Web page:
Year of Publication
Melissa C. Newman
Feeding sub-therapeutic levels of antibiotics to livestock has been associated withdevelopment and spread of antibiotic resistant bacteria. The present experiment was conductedto investigate the effect of antibiotic alternatives (caffeic acid, chlorogenic acid, and carbadox)on the microbial ecology of swine feces in vitro.Minimum inhibitory concentrations of caffeic and chlorogenic acids were determined forseveral pathogens using macrobroth and agar dilution techniques. Gram-negative bacteria werenot inhibited. Caffeic acid inhibited four Staphylococcus aureus strains at 200 ppm or less, andtwo Clostridium perfringens strains at 300 ppm. Chlorogenic acid inhibited all S. aureus strainsat 500 ppm, and one C. perfringens strain at 400 ppm.Effects of antibiotic alternatives on fecal microbial ecology were determined using an invitro incubation. Caffeic acid lowered total anaerobes, Bifidobacteria, Escherichia coli, andpercent E. coli (pandlt;0.01). Chlorogenic acid lowered total anaerobes, Bifidobacteria, andlactobacilli (pandlt;0.01), and increased acetate concentration (pandlt;0.0001). Carbadox lowered totalanaerobes, Bifidobacteria, E. coli, and coliforms (pandlt;0.01), and lowered acetate, propionate,butyrate, valerate, and total volatile fatty acid concentrations (pandlt;0.01). It can be concluded thataddition of caffeic acid, chlorogenic acid, or carbadox effected bacterial and chemicalcomponents of the microbial ecology of swine feces.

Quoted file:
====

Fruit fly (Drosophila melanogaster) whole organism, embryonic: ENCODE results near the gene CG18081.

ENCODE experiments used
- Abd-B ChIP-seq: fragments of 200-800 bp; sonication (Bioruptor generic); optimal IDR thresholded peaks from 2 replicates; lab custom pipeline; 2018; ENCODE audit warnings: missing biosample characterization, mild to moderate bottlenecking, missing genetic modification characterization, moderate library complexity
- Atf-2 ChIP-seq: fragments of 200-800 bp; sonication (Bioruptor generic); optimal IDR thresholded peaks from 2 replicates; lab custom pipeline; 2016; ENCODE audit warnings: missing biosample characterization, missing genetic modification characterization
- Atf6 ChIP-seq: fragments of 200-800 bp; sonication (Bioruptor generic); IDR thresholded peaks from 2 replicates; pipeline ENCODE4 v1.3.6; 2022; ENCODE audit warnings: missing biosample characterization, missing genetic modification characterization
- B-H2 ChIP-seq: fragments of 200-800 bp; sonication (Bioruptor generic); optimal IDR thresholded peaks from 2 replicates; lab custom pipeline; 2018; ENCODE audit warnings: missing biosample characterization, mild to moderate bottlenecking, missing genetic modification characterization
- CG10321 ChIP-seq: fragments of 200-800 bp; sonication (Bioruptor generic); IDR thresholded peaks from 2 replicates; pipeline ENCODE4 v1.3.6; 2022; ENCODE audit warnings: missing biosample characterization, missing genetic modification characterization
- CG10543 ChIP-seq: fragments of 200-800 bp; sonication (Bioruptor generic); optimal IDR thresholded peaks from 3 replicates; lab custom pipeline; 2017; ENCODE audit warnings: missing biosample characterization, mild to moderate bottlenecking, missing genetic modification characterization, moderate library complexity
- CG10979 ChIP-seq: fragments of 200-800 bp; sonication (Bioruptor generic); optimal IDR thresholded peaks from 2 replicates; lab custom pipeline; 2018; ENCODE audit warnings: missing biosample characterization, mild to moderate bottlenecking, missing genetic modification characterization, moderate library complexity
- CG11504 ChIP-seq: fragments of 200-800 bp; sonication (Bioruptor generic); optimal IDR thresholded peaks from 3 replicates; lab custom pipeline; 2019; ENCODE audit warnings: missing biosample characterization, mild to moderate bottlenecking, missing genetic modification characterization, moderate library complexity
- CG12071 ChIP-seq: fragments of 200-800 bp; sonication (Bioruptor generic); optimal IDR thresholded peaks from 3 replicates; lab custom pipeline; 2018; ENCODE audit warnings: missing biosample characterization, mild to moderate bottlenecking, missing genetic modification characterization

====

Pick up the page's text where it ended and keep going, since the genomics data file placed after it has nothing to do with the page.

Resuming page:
Zaffarano, Jennifer I., "MINIMUM INHIBITORY CONCENTRATIONS OF TWO COMMON FOOD PHENOLIC COMPOUNDS AND THEIR EFFECT ON THE MICROBIAL ECOLOGY OF SWINE FECES IN VITRO" (2003). University of Kentucky Master's Theses. 182.